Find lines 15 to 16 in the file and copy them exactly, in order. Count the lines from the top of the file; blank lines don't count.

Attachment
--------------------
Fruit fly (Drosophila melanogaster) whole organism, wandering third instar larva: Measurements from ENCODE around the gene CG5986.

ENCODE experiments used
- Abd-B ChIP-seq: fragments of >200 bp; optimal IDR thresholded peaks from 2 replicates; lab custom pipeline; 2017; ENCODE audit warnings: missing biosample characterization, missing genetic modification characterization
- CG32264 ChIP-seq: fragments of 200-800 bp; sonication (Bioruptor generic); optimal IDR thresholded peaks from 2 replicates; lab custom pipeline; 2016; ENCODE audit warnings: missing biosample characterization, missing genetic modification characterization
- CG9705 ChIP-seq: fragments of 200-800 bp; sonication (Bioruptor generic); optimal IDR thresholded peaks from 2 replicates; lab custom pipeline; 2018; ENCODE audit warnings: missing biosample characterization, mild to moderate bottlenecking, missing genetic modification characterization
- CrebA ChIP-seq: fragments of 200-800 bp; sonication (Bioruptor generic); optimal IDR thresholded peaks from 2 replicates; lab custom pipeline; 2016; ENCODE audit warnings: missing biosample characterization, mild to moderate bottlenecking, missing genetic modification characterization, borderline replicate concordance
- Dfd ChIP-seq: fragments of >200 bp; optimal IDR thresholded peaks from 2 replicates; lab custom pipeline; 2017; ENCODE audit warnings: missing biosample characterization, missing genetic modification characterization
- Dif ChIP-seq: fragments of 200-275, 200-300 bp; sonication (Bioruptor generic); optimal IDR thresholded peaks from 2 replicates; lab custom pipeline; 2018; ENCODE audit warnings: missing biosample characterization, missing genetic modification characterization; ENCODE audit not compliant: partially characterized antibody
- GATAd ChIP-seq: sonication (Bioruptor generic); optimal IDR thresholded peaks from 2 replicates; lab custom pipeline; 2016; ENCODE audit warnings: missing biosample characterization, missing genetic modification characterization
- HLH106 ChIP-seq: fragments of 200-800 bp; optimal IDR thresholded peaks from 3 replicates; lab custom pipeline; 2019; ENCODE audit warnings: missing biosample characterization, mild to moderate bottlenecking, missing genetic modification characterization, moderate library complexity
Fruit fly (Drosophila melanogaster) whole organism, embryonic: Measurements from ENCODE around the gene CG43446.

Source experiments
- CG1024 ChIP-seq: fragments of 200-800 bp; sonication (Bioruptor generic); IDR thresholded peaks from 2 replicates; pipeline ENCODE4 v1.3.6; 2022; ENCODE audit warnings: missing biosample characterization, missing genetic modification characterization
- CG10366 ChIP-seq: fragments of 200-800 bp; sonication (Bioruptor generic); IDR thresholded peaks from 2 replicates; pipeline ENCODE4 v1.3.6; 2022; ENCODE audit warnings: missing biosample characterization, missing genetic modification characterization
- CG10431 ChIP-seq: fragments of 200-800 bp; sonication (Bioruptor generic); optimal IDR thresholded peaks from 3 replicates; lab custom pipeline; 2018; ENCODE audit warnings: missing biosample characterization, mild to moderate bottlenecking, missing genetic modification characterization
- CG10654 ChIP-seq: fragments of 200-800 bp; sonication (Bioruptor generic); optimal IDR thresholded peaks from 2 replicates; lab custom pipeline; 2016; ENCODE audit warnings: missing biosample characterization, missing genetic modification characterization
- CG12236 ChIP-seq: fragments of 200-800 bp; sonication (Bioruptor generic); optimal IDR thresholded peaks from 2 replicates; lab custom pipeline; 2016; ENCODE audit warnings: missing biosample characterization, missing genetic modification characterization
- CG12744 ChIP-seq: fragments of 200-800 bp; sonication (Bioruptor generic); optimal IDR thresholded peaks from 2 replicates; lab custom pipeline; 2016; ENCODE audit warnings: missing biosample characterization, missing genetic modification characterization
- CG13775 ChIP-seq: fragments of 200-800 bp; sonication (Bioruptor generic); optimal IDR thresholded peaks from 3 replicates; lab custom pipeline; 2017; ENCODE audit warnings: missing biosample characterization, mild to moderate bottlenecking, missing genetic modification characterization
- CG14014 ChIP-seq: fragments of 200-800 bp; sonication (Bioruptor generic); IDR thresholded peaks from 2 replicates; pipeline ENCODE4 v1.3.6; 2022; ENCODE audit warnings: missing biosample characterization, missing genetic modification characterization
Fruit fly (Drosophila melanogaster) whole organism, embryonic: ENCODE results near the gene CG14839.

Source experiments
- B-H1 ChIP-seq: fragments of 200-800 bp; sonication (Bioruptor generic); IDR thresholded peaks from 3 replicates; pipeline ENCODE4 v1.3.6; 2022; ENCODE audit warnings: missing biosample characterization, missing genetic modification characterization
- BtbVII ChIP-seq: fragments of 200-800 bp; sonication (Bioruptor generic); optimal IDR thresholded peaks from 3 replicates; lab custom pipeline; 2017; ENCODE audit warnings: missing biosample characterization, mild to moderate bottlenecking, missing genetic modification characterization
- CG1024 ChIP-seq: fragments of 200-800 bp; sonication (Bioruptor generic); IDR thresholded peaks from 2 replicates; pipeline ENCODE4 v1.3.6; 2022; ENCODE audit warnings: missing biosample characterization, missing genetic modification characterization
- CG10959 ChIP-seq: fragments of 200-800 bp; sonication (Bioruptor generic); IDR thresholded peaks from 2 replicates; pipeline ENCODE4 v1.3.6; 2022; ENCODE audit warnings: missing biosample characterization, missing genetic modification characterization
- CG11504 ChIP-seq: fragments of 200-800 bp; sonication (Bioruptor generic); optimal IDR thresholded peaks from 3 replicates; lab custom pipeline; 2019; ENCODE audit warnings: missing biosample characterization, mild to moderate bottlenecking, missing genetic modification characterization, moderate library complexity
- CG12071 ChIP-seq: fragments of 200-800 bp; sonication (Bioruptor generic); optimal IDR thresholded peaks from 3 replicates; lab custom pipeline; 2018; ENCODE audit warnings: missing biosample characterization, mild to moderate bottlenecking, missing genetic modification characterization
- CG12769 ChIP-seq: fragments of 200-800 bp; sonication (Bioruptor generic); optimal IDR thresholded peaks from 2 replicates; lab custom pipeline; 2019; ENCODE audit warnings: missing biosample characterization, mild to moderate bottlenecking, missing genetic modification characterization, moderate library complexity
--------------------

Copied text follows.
- CG10431 ChIP-seq: fragments of 200-800 bp; sonication (Bioruptor generic); optimal IDR thresholded peaks from 3 replicates; lab custom pipeline; 2018; ENCODE audit warnings: missing biosample characterization, mild to moderate bottlenecking, missing genetic modification characterization
- CG10654 ChIP-seq: fragments of 200-800 bp; sonication (Bioruptor generic); optimal IDR thresholded peaks from 2 replicates; lab custom pipeline; 2016; ENCODE audit warnings: missing biosample characterization, missing genetic modification characterization